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Posts published in “Issue: September 2022

Washington will feel the impact

The day the Supreme Court overturned Roe v. Wade, eliminating a constitutional right that had stood for nearly 50 years, much of Washington revolted. Thousands of pro–choice protestors took to the streets of Olympia and Seattle in response to the Court’s June 24 decision in Dobbs v. Jackson’s Women’s Health Organization.

Better ships than citizenship — Thoughts on the Theme — September 2022

Many stories in this issue say that our governments’ priorities don’t reflect the priorities of the governed but instead serve the demands of profit. Their decisions direct public resources—and even the modest resources of workers and other members of the public—into the hands of investors for their private gain. Illustrating…

Then this happened — September 2022

Maybe they’ll drive electric cars?...Maybe we didn’t need new taxes....Maybe it’s worth fighting....Maybe Washington could address the wage end of the “affordable housing” crisis....Maybe ensuring everyone has access to basic needs is scary.

The strange case of Pierce County Sheriff Ed Troyer

In 2020, the same year Ed Troyer ran for Sheriff of Pierce County, Pierce County Executive Bruce Dammeier commissioned a study of use–of–force incidents committed by the Sheriff’s Department. Published in November 2021, the report of the Pierce County Criminal Justice Work Group noted that black residents of Pierce County…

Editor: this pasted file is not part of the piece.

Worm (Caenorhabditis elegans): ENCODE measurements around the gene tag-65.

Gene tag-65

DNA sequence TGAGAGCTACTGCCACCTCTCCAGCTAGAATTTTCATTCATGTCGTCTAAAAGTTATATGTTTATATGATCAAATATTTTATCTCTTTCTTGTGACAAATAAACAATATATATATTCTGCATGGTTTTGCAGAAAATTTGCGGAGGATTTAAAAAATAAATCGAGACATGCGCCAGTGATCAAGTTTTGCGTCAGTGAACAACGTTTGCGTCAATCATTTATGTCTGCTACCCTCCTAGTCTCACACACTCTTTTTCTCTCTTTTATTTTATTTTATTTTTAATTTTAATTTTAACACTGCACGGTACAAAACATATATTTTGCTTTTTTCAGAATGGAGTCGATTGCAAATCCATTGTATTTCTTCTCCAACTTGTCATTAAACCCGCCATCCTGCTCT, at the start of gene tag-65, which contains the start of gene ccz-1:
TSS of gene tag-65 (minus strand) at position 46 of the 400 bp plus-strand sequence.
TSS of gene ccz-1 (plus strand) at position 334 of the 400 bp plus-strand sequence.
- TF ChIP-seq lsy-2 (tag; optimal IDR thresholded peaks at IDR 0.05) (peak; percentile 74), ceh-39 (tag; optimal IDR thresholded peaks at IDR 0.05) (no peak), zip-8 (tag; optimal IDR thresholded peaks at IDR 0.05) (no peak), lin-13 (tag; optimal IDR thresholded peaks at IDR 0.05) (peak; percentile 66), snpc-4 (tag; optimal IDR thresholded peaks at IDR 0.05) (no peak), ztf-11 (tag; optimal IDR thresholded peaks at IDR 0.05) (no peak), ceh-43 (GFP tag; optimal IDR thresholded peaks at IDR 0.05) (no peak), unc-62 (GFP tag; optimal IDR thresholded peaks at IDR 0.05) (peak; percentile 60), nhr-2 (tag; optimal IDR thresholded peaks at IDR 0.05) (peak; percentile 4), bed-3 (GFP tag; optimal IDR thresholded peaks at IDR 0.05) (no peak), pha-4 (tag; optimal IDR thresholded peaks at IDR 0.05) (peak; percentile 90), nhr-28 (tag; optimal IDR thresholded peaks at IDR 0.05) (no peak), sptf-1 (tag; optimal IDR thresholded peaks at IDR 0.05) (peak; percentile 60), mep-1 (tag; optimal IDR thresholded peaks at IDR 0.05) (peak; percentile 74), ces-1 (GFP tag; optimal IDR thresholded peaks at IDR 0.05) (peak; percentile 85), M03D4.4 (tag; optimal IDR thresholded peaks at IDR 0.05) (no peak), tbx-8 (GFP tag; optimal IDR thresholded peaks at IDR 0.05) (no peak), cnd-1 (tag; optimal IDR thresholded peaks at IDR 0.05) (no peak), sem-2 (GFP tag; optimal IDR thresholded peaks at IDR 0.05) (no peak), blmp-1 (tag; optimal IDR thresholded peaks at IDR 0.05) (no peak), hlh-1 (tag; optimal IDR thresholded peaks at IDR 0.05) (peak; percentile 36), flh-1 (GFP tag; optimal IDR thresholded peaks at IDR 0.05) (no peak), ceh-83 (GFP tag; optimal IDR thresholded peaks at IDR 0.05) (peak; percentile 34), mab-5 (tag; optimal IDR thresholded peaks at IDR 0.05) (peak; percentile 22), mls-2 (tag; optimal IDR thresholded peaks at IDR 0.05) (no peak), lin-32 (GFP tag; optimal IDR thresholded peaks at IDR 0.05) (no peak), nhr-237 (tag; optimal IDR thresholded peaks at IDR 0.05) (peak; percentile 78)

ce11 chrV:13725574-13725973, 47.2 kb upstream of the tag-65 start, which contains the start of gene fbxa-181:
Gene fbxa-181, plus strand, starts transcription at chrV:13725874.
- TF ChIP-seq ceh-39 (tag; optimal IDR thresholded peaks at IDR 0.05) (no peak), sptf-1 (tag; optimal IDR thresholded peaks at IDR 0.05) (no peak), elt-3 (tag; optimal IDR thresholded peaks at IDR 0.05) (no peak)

The Rape of Orithyia

The Rape of Orithyia, mountain gale nymph, by Boreas, god of the north wind, a mytho–poetic interpretation of the wrath of the Goddess and her hand in the devastating Marshall Fire, Colorado 2021.

Solar energy: decades of sabotage

In Who Owns the Sun, Environmental activists Berman and O’Connor offer a scathing explanation of why solar technology has played such an insignificant role in meeting America’s energy needs. Politicians, utility companies and even many mainstream environmental groups come under attack for either their lack of leadership on this issue…


CENTER PAGE: We live in an age when ignorance is praised. Ignorance and division are being manufactured on a mass scale. There is essentially an industry teaching us to doubt what we know...

A tale of two refugee camps in Tijuana

It turns out that if you’re a refugee trying to escape horror and death by coming to the United States via the Mexican border—make sure that you are Ukrainian!

“Neighborhood” centers— or centers of commerce?

Most Olympia residents would welcome a coffee shop or small grocery store into their neighborhood, yet plans for such Neighborhood Centers have been in talks for years with little to show for it. 

What happened after employees at Cooper Point Village Starbucks voted to form a union

As Starbucks reports quarterly profits of $40 billion, they try to quash organizing efforts of baristas and other staff who are voting to unionize for better working conditions. Recently Matt Crichton talked with one of the baristas at the Cooper Point Village Starbucks about the employees’ experience trying to form a union.

Elegy for a clearcut forest

PERSPECTIVE: Ever wonder what a Department of Natural Resources (DNR)–approved clearcut of public forestland looks like after the fact? Our Whatcom County field team got a close look...

1000 miles by electric vehicle

I’ve always been intrigued by electric cars. I love driving but hate the problems that cars bring—like maintenance and the looming possibility of another expensive thing breaking that I don’t know how to fix. A car is “the gift that keeps on taking.” So, when the State motor pool offered…